A recent study reported MYC high-level gene amplification in postradiation cutaneous angiosarcomas and in chronic lymphedema-associated cutaneous angiosarcomas (so-called secondary angiosarcomas), whereas so-called primary angiosarcomas of skin, soft tissues, bone, and visceral organs were negative.[6] Interestingly, high-level amplification of MYC was found in 55% of secondary angiosarcomas in this study and was not associated with tumor grade and clinical prognosis. Although primary and secondary angiosarcomas are indistinguishable on morphological ground, they represent genetically different neoplasms. Most recently, a consistent MYC amplification has been reported in radiation-associated cutaneous angiosarcomas, but not in atypical vascular lesions after radiotherapy for breast cancer.[18] In this study, the authors reported high-level MYC amplification at 8q24 region in 100% of secondary angiosarcomas, and found a gene amplification of FLT4 in 25% of cases analyzed. The latter result is of therapeutic interest, and in some patients, in this study showing an amplification of MYC and FLT4, a complete or partial response to sorafenib has been reported.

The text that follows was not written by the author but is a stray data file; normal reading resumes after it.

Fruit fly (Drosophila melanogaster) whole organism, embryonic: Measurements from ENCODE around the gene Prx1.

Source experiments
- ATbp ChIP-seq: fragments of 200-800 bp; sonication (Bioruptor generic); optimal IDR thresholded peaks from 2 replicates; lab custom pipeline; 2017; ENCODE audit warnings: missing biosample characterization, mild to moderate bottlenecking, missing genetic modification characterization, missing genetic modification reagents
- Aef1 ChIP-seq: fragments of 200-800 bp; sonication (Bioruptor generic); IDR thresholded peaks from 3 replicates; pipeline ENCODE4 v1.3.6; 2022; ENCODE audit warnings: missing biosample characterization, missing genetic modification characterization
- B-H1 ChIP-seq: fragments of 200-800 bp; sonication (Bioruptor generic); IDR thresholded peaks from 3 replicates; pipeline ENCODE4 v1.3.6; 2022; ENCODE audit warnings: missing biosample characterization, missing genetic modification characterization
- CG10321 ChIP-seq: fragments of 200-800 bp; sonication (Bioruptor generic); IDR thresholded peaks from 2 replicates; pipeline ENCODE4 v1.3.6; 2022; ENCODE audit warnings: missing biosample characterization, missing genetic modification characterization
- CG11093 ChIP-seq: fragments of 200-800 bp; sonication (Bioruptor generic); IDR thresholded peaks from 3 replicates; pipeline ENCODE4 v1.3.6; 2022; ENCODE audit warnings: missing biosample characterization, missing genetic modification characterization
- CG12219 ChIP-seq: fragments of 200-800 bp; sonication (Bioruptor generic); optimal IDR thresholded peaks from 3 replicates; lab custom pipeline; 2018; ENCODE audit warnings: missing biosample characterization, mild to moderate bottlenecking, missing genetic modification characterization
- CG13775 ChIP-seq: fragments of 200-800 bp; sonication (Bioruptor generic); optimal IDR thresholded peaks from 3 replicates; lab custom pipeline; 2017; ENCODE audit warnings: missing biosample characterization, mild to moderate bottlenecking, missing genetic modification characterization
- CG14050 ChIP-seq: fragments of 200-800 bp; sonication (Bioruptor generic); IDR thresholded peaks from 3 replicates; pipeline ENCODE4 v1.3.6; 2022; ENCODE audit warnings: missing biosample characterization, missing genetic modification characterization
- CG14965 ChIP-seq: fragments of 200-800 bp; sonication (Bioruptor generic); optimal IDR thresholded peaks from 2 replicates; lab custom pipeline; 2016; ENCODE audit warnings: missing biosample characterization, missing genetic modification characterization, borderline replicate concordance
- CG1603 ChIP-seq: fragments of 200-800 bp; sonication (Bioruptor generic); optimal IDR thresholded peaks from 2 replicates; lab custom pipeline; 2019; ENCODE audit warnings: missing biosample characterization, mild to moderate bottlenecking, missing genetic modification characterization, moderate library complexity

Our results confirm these previous findings in a large case series. We found amplification of MYC by FISH analysis in all 25 cases of postradiation cutaneous angiosarcomas, whereas no amplification was detected in atypical vascular lesions following radiotherapy of breast cancer, in so-called primary angiosarcomas of skin and soft tissues, and in control cases. In seven atypical vascular proliferations worrisome morphological features were seen; however, in none of these cases an expression or an amplification of MYC was present, and none of these cases showed a progression to an angiosarcoma. In all, except one case, immunohistochemical stainings for MYC reflected the presence or absence of MYC amplification, emphasizing the use of immunohistochemical stainings in questionable cases. In addition, it has been shown in selected cases that small newly formed vessels in the vicinity of obvious angiosarcomatous areas that were lined by atypical endothelial cells showed an expression for MYC as well. In contrast, no MYC amplification has been found by FISH analysis in small newly formed vessels in the periphery of the specimens that were lined by cytologically uniform endothelial cells. These findings suggest that immunohistochemical stainings for MYC are very helpful for mapping of these lesions and for exact control of tumor-free margins. The homeobox gene Prox-1 has an important role in the differentiation of lymphatic vessels[19] and represents a master control gene that is involved in re-programming of blood vascular to lymphatic endothelial cells.[20] Considering the increase of lymphatic vessels shortly after radiotherapy,[7] it is not surprising that the endothelial cells of most cases of analyzed postradiation cutaneous angiosarcomas and of many atypical vascular lesions after radiotherapy stained positively for prox-1, as it has been shown in our study. The lack of prox-1 expression in reactive lesions remains unclear.